Thomas also stated, "I tried to pick a very secure one because I was very concerned about losing those coins," Thomas added in the interview. "I'd just like lay in bed and come up with a new way to recover it and it wouldn't work and I would try another way and it wouldn't work either."

While many of us would be devastated if we lost access to so much money, Thomas has been making fun of the situation and remains in high spirits. 

See Chris Ciaccia, Programmer who could lose hundreds of millions in bitcoin shares 'painful memory', Fox News, January 14, 2021. 

January 17, 2021 in Current Events, Estate Administration, Estate Planning - Generally, Humor | Permalink | Comments (0)

Saturday, January 16, 2021

PA’s Revised Uniform Fiduciary Access to Digital Assets Act Takes Effect on January 19, 2021

DigitalassetsPennsylvania's Revised Uniform Fiduciary Access to Digital Assets Act will become effective on January 19, 2021.  The Act "provides the authority for certain categories of fiduciaries to access a deceased individual's digital assets or electronic communications, and creates a framework for disclosure of an individual's digital assets and electronic communications." 

The Act will not apply to a digital asset of an employer used by an employee in the ordinary course of business. 

Digital asset is defined as "electronic records in which an individual user has a right or interest and does not include underlying assets or liabilities unless the asset or liability is itself an electric record." 

The law applies to fiduciaries, personal representatives, persons acting as guardians, and trustees of an estate if the user was a Pennsylvania resident at the time of death.

The law also recognizes there are online tools offered by digital service providers that allow users to direct a digital asset custodian to disclose (or not disclose) a user's digital assets. If the online service has not been used, the user may use a will, trust, power of attorney, or other record to allow the disclosure by a fiduciary of the user's digital assets. 

"In the absence of either the use of an online tool or express direction, the terms of service the user had with their digital asset custodian — defined as the entity that carries, maintains, processes, receives or stores a digital asset of a user — will be applicable."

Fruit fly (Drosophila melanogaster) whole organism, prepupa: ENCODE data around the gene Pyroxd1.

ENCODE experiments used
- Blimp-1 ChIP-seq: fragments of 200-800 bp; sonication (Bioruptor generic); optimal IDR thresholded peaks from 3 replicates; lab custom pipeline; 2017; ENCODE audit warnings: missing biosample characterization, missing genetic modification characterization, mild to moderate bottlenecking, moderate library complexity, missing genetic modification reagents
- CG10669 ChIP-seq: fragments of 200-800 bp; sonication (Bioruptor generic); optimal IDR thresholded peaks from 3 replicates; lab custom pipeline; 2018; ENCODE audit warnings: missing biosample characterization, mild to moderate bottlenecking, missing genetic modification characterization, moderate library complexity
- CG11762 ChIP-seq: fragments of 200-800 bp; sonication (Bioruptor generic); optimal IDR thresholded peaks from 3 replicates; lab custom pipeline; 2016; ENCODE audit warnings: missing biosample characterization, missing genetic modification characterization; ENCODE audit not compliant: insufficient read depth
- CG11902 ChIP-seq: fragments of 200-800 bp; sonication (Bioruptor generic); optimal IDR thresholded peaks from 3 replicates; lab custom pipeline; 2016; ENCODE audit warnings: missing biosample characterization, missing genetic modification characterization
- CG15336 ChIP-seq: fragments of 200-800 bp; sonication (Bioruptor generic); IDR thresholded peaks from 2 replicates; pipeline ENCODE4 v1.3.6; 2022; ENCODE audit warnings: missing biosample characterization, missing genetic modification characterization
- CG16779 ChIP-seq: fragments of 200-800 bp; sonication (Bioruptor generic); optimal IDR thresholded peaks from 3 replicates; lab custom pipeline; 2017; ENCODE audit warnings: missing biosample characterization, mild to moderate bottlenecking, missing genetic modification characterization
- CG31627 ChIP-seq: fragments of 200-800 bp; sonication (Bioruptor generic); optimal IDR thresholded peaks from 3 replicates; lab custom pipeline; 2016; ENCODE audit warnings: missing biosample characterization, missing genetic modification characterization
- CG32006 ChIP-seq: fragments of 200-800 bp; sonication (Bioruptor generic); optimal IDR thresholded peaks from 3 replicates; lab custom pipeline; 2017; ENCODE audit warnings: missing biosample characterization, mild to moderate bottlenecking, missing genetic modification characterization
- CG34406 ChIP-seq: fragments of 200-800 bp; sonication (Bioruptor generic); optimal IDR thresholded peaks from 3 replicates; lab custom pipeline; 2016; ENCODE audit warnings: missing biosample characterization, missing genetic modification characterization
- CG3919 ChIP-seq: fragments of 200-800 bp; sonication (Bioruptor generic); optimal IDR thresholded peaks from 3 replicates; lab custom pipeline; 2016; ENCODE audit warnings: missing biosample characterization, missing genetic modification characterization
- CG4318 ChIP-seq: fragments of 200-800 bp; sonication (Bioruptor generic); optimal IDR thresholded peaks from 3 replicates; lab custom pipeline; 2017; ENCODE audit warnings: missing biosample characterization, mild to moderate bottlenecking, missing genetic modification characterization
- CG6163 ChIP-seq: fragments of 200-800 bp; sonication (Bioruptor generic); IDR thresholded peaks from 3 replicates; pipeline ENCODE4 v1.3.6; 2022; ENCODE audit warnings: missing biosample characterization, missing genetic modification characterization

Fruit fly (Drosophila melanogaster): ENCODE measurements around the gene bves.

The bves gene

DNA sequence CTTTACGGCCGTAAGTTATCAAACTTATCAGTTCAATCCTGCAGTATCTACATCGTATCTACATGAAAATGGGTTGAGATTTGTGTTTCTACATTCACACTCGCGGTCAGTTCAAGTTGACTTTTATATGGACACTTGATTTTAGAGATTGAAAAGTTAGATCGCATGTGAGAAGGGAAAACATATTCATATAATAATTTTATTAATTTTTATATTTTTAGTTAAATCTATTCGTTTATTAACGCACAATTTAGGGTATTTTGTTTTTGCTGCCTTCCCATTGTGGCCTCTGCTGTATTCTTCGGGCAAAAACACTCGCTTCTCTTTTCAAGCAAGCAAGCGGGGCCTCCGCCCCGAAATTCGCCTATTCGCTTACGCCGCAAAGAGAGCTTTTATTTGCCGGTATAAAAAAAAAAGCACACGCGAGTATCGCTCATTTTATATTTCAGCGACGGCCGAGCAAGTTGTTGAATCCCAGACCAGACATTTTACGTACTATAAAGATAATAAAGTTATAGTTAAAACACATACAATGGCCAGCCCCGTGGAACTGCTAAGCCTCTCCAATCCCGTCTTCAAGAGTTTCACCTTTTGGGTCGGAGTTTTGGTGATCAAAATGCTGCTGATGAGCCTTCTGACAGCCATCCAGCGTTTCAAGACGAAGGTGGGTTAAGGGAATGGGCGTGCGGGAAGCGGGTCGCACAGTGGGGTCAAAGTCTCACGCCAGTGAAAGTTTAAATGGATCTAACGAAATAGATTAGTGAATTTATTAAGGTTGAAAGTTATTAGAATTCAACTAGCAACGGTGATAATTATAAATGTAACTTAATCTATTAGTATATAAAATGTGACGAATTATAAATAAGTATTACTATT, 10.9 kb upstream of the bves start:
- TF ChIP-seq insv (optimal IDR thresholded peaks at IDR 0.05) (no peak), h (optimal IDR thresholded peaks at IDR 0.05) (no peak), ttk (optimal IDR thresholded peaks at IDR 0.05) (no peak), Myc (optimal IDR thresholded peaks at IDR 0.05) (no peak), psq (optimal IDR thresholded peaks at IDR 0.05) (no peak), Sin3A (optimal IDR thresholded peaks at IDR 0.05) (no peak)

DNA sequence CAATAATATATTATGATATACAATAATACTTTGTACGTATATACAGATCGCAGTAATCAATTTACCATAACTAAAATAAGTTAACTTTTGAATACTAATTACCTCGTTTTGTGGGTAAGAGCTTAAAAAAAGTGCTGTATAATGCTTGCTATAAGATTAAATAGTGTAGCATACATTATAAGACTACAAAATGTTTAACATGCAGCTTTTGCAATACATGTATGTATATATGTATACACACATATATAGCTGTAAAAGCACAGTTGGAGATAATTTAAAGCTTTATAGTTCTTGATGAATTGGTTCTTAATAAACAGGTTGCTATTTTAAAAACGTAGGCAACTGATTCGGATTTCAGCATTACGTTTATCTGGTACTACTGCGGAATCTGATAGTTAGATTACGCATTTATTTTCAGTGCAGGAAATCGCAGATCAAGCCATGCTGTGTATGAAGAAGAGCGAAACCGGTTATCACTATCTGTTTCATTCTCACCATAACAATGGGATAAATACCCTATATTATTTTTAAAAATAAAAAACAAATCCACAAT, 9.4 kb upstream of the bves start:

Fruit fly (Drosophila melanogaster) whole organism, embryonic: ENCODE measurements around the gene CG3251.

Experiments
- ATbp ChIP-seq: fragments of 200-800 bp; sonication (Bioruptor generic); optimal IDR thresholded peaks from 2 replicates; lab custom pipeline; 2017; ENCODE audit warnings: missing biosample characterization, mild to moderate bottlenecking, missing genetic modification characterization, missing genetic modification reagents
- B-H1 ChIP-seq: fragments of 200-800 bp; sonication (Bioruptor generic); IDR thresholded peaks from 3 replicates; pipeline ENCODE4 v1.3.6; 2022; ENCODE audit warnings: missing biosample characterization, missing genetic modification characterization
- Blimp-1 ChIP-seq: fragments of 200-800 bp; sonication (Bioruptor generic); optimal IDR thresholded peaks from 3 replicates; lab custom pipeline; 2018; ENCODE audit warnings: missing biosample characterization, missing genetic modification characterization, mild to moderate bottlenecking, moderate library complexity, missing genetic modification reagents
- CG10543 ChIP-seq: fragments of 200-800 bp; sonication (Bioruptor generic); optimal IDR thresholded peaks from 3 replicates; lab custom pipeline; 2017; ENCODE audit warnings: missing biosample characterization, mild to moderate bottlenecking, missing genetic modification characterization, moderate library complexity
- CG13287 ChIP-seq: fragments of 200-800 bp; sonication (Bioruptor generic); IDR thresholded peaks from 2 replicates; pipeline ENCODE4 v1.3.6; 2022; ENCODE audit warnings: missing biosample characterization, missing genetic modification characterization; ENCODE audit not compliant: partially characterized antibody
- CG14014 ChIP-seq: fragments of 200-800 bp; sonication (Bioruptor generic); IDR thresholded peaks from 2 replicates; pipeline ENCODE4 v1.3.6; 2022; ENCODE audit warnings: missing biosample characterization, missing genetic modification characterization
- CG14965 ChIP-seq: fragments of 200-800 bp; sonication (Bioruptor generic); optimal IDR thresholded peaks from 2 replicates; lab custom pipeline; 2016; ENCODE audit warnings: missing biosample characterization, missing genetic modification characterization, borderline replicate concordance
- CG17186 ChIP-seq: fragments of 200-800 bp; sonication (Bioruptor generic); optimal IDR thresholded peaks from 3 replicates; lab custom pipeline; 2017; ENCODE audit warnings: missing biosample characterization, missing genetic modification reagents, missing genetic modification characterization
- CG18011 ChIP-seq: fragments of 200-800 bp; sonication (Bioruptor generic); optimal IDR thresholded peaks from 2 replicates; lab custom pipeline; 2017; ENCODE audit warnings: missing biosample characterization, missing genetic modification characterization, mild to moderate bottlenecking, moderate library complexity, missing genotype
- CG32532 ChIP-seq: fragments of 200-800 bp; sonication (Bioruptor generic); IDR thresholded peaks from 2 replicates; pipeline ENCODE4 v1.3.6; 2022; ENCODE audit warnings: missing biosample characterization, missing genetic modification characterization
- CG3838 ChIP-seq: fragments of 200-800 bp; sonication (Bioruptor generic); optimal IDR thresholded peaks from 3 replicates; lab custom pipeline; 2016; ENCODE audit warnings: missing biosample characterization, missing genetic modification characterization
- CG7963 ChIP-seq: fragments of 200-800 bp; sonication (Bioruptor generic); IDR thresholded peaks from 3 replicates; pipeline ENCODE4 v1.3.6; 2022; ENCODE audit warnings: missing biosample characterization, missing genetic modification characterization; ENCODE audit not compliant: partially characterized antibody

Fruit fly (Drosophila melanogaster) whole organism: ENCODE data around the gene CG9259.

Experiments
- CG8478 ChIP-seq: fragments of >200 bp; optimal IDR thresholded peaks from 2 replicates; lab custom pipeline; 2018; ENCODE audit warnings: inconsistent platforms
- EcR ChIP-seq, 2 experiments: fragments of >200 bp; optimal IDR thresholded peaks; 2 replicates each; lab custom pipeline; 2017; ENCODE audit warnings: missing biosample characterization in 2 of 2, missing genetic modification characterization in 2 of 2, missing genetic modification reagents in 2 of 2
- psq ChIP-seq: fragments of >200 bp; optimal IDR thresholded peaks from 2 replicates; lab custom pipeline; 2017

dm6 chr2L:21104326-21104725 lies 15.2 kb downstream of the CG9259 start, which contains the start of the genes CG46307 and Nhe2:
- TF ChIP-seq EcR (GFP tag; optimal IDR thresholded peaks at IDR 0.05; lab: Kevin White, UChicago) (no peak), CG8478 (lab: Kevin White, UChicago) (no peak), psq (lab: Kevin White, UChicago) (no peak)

There are also other provisions and procedures for disclosing digital assets that allow other types and degrees of authority, access, and disposition of a user's account.

See PA’s Revised Uniform Fiduciary Access to Digital Assets Act Takes Effect on January 19, 2021, Weiner, Brodsky, Kider PC, January 7, 2021. 

Special thanks to Jim Hillhouse (Professional Legal Marketing (PLM, Inc.)) for bringing this article to my attention.

January 16, 2021 in Current Events, Estate Planning - Generally, New Legislation | Permalink | Comments (0)

Friday, January 15, 2021

Will writing: a case of whodunnit or haven’t done it yet?

WillsApparently, there is a link between detective fiction and personal finance. According to Claer Barrett, "a scuffle over a will is one of the most useful plot devices for the writers of detective fiction—and the bigger the inheritance, the better." 

Although most of us love a good whodunnit, as Claer put it, "when it comes to making our own wills, it's often a case of 'haven't done it'." 

An estimated more than half of UK adults either have not made a will, or have not updated it in awhile. Both circumstances can pose a serious problem with dramatic consequences.

Apparently, January is the time when many people begin to make a will or update an existing one. Claer jokes that Christmas TV schedules may be secretly nudging people to do so. However, it is more likely that people spending time with their families during the holidays is the real trigger.